"Edge" Or "Edgeless" Cities? Urban Spatial Structure In U.S. Metropolitan Areas, 1980 To 2000
This paper presents a descriptive analysis of spatial trends in six U.S. metropolitan areas. The results show that generalized job dispersion was a more common spatial process than subcentering during the 1980s and 1990s when jobs continued to decentralize from the metropolitan core to the suburbs. Three distinctive patterns of spatial development were found. Job dispersion was predominant in Portland and Philadelphia, whereas the polycentricity of Los Angeles and San Francisco was further reinforced. New York and Boston with large and long-established CBDs were less prone to decentralization. Each metro seems to have developed a unique pattern of decentralization in light of their histories and circumstances, which has limited the growth of commuting times. Copyright Blackwell Publishing, Inc. 2007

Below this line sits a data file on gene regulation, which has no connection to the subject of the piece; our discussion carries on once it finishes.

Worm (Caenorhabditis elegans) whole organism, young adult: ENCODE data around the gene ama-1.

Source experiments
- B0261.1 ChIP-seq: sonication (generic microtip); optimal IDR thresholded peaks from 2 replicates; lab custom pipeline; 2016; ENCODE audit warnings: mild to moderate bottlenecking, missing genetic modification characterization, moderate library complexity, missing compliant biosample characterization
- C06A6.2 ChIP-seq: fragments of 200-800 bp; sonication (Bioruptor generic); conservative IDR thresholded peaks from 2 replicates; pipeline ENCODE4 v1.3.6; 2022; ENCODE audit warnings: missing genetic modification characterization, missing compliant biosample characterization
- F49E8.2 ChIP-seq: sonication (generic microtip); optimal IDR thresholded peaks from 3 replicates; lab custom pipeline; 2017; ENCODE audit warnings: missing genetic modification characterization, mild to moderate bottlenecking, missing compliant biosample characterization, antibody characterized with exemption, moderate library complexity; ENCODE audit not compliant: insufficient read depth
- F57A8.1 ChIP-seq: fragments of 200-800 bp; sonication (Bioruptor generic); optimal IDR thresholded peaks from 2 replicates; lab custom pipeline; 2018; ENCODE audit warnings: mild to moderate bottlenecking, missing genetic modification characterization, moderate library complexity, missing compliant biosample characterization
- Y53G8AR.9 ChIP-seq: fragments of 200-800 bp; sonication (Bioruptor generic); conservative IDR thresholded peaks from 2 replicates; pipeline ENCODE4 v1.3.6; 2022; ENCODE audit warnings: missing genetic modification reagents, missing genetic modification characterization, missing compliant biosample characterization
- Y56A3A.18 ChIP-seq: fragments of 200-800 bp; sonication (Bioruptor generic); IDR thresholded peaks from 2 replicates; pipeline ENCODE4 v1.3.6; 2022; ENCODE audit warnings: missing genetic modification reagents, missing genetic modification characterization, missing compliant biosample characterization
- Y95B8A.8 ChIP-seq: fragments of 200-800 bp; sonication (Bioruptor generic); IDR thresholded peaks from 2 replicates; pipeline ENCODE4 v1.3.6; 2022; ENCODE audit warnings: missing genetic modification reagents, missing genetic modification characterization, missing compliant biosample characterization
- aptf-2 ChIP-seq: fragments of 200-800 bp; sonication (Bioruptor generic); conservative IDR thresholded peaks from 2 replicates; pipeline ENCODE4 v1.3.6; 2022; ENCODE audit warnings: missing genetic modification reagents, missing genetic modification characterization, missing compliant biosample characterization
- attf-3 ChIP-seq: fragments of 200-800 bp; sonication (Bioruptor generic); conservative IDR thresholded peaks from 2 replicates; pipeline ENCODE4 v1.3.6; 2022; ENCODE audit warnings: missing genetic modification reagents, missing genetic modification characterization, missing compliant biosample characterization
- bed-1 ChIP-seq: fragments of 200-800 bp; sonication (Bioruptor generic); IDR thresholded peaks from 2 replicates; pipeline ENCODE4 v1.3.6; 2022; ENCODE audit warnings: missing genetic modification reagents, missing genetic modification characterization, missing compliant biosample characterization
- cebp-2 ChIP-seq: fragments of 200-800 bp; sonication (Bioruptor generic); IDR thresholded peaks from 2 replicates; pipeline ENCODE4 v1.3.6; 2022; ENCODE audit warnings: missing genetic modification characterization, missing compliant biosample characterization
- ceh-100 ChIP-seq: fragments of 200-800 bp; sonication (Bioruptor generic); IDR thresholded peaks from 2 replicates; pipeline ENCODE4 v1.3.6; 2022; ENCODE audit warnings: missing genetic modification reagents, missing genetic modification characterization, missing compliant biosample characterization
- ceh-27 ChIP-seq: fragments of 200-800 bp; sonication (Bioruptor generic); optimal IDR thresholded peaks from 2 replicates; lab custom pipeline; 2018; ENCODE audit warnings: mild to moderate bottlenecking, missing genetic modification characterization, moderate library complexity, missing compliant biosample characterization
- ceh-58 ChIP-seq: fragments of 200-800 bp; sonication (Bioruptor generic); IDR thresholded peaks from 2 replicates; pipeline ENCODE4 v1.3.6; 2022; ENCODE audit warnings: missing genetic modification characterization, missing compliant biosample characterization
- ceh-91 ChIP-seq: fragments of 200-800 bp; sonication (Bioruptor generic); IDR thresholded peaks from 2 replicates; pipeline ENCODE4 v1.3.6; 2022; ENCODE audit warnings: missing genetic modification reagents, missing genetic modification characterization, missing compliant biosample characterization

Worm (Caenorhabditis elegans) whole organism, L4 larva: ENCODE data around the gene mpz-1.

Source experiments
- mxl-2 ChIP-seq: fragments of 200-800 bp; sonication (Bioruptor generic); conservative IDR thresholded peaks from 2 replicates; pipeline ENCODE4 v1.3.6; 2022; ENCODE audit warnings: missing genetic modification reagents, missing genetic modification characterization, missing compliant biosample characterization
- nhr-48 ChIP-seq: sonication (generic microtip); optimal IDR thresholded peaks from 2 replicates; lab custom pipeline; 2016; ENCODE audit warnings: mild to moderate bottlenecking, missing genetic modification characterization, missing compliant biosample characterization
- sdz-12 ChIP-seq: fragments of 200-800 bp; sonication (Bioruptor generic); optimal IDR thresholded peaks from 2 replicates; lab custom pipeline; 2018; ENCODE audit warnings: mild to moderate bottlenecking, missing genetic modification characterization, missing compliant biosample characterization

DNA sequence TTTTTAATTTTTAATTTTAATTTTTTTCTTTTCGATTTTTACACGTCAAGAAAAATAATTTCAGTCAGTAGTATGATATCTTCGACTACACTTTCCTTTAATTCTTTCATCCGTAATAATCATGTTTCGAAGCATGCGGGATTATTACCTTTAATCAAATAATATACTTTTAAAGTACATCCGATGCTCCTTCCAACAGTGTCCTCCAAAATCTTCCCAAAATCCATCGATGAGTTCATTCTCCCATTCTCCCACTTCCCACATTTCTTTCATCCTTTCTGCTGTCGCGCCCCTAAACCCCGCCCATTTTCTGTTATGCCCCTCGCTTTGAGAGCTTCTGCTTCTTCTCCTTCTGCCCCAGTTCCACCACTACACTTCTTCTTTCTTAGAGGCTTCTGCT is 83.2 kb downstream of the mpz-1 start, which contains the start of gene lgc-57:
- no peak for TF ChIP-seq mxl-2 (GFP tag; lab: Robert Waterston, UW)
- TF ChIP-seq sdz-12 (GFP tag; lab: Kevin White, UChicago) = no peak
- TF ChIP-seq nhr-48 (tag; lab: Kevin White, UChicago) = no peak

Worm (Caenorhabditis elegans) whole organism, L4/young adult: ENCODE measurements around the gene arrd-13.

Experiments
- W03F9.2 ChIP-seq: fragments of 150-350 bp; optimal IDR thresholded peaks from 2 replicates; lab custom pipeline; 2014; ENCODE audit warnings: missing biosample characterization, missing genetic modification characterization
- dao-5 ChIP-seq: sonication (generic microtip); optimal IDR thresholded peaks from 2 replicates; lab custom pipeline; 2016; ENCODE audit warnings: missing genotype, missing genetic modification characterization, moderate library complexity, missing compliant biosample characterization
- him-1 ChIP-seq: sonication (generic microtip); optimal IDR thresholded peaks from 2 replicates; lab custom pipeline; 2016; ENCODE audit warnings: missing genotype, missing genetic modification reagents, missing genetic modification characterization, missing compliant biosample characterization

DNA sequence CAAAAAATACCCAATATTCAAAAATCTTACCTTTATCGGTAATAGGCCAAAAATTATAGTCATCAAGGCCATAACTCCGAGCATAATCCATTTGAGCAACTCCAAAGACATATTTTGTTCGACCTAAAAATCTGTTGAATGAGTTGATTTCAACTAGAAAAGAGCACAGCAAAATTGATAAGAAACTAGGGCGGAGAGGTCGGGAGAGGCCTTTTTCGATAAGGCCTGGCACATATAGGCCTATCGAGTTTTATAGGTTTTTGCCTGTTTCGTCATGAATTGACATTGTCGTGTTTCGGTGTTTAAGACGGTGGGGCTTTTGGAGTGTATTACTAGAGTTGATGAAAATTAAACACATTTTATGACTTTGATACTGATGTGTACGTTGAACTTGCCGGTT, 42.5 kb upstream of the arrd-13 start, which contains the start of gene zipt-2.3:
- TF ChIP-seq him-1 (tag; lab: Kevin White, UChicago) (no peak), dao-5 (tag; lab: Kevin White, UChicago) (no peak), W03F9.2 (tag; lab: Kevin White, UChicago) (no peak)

If you experience problems downloading a file, check if you have the proper application to view it first. In case of further problems read the IDEAS help page. Note that these files are not on the IDEAS site. Please be patient as the files may be large.
As the access to this document is restricted, you may want to look for a different version under "Related research" (further below) or search for a different version of it.
Volume (Year): 47 (2007)
Issue (Month): 3 ()
|Contact details of provider:|| Web page: http://www.blackwellpublishing.com/journal.asp?ref=0022-4146|
|Order Information:||Web: http://www.blackwellpublishing.com/subs.asp?ref=0022-4146|